In online retail markets, a seller’s rating plays a significant role in his or her business, indicating to buyers whether or not the seller is an honest merchant.
“There’s a long-running interest in economics in understanding how reputation works to enforce behavior and cooperation,” says Nick Janetos, a recent graduate of the Department of Economics in Penn’s School of Arts & Sciences. “When you go on Amazon and you buy from a third-party seller, there’s this rating that you can look at that tells you something about the quality of that seller. And there’s some research that’s starting to look at how that works.”
Janetos and Jan Tilly recently completed a study while doctoral candidates at Penn, investigating how these rating systems work on the “dark net,” an online market for illegal items such as drugs and firearms that operates free from government regulation and law enforcement.
Unlike Amazon and eBay, where defrauded buyers can go to the police, small claims court, or report the seller to the site, customers on the dark net have little recourse when deals go sour. This makes the dark net an ideal place for researchers to investigate how ratings systems work, since it’s a clean environment without extraneous factors.
“These markets exist outside the court system, so it seems like reputation really should be a thing that keeps them going,” Janetos says. “What we’ve done is we’ve collected a rich data set of sellers, behavior, prices charged, and who’s buying from them, and we formally investigated it using a new statistical model. We found that, in fact, reputation is extremely important: If it weren’t for this information that the market platform is providing in terms of ratings, they would completely collapse. They wouldn’t even exist.”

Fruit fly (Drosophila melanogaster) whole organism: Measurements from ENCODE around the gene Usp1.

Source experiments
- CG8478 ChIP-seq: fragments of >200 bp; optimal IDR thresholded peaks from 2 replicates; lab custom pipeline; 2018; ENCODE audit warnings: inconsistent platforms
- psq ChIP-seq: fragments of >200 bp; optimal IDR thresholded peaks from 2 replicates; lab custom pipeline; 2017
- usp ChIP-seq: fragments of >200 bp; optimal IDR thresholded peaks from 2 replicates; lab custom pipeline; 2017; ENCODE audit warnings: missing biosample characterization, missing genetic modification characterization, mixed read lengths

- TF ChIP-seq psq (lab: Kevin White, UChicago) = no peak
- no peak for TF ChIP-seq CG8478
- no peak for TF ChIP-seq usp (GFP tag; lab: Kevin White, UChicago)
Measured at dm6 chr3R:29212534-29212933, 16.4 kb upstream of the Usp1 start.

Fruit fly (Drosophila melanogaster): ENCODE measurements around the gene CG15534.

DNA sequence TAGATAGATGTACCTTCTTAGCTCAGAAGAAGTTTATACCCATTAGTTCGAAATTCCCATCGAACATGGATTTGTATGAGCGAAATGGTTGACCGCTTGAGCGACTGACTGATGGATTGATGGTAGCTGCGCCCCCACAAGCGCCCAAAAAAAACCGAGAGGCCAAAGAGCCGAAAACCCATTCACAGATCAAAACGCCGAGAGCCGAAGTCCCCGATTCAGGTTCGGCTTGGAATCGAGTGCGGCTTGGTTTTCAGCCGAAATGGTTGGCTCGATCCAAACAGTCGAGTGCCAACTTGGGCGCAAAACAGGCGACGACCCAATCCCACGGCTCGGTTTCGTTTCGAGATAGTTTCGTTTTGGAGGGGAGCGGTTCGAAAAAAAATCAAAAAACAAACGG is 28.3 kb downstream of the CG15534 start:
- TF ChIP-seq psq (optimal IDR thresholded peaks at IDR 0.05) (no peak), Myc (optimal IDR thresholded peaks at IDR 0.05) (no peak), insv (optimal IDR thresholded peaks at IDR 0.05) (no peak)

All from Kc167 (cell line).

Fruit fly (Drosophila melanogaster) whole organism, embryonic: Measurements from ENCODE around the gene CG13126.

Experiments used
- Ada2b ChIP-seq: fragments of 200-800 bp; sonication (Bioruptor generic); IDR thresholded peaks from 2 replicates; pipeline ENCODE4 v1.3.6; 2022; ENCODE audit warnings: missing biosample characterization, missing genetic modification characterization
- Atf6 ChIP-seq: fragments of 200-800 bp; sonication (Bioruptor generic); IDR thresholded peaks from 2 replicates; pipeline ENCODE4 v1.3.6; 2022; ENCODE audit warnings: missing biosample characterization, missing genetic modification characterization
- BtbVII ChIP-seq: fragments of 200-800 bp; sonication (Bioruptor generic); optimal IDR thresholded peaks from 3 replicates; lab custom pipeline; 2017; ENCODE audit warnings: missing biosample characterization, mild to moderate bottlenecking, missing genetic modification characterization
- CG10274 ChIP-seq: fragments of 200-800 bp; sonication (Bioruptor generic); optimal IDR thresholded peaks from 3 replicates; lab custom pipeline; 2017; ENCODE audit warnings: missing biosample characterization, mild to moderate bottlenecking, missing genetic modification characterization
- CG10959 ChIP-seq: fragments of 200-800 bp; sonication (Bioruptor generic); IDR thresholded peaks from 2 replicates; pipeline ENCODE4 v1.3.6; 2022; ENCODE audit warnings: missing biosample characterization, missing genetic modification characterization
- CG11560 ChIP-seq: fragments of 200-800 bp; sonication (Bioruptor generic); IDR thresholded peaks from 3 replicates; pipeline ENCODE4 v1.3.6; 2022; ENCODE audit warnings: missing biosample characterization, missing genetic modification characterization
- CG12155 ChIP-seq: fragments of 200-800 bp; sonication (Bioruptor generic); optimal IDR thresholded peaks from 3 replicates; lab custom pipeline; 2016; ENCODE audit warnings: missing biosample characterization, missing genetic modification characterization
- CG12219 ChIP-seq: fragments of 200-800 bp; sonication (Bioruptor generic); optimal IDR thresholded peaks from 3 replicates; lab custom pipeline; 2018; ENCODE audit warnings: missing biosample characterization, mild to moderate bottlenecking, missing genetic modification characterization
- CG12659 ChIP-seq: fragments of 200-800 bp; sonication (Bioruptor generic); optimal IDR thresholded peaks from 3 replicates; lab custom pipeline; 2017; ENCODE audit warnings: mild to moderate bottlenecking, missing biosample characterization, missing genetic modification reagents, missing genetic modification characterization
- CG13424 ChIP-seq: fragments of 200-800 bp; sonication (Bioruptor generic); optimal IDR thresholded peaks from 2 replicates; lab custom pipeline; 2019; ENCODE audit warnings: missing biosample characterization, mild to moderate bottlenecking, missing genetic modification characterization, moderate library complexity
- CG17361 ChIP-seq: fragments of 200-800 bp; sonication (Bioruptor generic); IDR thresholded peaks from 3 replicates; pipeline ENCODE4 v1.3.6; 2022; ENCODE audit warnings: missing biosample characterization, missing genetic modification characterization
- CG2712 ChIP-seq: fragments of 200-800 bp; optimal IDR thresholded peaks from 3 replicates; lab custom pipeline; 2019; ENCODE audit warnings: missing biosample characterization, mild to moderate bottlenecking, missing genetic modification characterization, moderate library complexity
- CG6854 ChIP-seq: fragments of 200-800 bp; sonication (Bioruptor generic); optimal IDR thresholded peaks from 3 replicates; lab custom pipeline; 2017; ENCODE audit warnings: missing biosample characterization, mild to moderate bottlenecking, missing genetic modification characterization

Janetos and Tilly wrote a computer program that visits these websites periodically and takes snapshots, then later goes through and tries to pull out everything from the snapshots it took and form it into complete histories for particular sellers.
They then came up with a new statistical model to analyze the data sets.
“There’s a unique problem when you think about statistically analyzing this environment, which is that it matters very much what beliefs people have about what ratings mean,” Janetos says. “In order to say something about how these ratings work, we need to be able to statistically estimate the beliefs that people have when they come to the market and they see a rating of 5 or 4. What we did is we wrote down an economic model of rational buyers coming to this market to draw sophisticated statistical inferences based on seller and buyer behavior from these ratings.”
Although what Janetos finds most exciting about this research is learning how reputation works on online markets, he says figuring out what keeps the dark net afloat could help law enforcement figure out how to dismantle it.
“If you’re trying to think about how you can shut these markets down, it’s very important to understand what it is that’s keeping them running,” he says. “You can imagine suggesting that a way to weaken these markets and reduce traffic on them is to come in and try to mess up the ratings system somehow by doing things like making fake listings or leaving good reviews for bad sellers.”
Janetos says that for this research, they only analyzed a very small part of a much larger data set so there’s a lot of interesting work that remains to be done.
“There’s lots of scope here for continuing to look at various aspects of how these markets work,” he says. “The sensible next step is to start looking at market platforms like Amazon and eBay and trying to apply what we’ve learned here to talk about reputation.”